European Central Bank President Mario Draghi said it was far too soon to talk about an exit from its massive emergency loans to banks, saying that any such move would be premature while the 17-country eurozone was struggling with slack economic conditions and record high levels of unemployment.
The bank also lowered its benchmark interest rate to 0.50% from 0.75%, the first cut in 10 months.
Worries about eurozone persist, with data showing manufacturing activity across the 17-nation bloc shrank in April.
The ECB also extended its cheap loans to banks until at least July 2014, reports The BBC.
Official data released on Tuesday showed record high unemployment in the eurozone, and inflation at a three-year low.
The press conferences following the European Central Bank's monthly monetary policy decisions have been pretty uneventful as of late. On every first or second Thursday of the month, ECB President Mario Draghi is happy to remind reporters at the ECB press conference just how in control of European sovereign debt markets the central bank is.
The press conferences following the European Central Bank’s monthly monetary policy decisions have been pretty uneventful as of late.
On every first or second Thursday of the month, ECB President Mario Draghi is happy to remind reporters at the ECB press conference just how in control of European sovereign debt markets the central bank is.
FRANKFURT — The European Central Bank kept interest rates steady on Thursday and is likely to eschew dramatic action to help Italy or other eurozone countries, despite the threat of political turmoil in Rome reigniting the bloc’s debt crisis.
At its monthly policy meeting, the ECB held its main refinancing rate at a record-low 0.75%, in line with what the majority of economists in a Reuters poll had expected. The attention turns now to a 8:30 a.m. news conference, held by ECB President Mario Draghi, himself an Italian.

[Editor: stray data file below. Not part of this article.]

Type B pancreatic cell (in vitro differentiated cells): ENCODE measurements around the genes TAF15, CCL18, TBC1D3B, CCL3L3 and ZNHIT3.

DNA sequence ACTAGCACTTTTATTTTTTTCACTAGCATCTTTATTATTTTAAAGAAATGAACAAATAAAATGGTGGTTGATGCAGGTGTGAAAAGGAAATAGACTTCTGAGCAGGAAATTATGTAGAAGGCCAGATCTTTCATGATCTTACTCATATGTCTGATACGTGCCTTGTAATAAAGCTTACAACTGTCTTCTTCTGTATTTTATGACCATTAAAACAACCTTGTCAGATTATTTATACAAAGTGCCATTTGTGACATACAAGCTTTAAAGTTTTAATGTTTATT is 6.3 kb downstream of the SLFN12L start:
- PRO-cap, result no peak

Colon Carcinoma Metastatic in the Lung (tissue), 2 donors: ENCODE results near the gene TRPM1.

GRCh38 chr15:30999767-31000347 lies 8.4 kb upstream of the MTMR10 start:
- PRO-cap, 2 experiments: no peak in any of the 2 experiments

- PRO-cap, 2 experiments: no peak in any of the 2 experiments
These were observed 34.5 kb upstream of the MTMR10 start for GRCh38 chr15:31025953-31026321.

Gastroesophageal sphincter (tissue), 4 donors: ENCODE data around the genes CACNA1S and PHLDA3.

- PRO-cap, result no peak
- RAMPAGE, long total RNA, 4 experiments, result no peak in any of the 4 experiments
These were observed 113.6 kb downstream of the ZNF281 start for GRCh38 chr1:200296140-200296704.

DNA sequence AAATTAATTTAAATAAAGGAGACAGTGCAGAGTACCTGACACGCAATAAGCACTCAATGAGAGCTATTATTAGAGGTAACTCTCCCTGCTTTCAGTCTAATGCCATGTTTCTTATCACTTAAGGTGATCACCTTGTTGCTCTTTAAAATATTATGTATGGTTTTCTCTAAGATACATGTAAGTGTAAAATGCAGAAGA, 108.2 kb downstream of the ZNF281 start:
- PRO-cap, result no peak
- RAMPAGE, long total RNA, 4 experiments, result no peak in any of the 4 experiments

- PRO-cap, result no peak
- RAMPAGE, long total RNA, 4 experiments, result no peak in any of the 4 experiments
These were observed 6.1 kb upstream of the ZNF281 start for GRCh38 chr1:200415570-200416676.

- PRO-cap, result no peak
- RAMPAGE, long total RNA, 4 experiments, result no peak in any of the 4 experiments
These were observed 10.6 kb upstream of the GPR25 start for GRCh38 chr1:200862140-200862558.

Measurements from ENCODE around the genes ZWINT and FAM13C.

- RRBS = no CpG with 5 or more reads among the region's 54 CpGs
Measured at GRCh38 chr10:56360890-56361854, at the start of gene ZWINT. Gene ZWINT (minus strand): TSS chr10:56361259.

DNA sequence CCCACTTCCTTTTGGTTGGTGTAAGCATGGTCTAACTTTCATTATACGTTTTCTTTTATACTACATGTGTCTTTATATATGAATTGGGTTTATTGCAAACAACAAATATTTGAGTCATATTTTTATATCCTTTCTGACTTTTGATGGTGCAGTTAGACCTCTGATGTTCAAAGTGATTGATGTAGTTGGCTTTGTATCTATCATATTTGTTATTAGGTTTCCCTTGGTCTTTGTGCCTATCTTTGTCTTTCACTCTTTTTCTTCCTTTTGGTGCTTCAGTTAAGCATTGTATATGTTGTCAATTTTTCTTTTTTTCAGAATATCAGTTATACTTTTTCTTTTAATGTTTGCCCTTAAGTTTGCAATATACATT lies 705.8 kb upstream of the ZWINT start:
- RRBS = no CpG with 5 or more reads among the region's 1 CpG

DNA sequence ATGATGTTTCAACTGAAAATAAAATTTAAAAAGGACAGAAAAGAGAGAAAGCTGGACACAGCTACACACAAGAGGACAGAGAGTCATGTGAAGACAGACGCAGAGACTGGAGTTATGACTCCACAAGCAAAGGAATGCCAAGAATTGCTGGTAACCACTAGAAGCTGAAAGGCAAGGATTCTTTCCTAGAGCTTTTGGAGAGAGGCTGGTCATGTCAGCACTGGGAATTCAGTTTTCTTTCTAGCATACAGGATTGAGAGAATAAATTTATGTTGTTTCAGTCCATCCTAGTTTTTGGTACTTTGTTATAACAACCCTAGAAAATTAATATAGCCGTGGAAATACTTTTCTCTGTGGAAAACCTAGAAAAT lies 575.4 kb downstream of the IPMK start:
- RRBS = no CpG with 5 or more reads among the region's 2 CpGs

What was wrong with Cyprus’s economy doesn’t stop being wrong if they are outside the euro
FRANKFURT — The European Central Bank put the blame for initial market turmoil over Cyprus’s bailout squarely on the island’s government on Thursday and pledged that taxing depositors would not become normal procedure.
Economic Times reports European Central Bank mulls caps on borrowing costs
The European Central Bank is considering buying the bonds of crisis-wracked eurozone countries to ensure borrowing costs do not rise beyond a pre-determined level, German newsweekly Der Spiegel said Sunday.
FRANKFURT — The banker now in charge of rescuing the euro wants his top staff to take Sundays off. Mario Draghi, president of the European Central Bank, eschews long meetings and refrains from lecturing his colleagues, senior ECB officials say.
Until Draghi took over a year ago, insiders say, the bank had a workaholic, micro-managed regime. But even as the Italian has proved ready to intervene in the markets and try policies that would have been unthinkable a few years ago, he has brought a freer, more hands-off culture to the bank.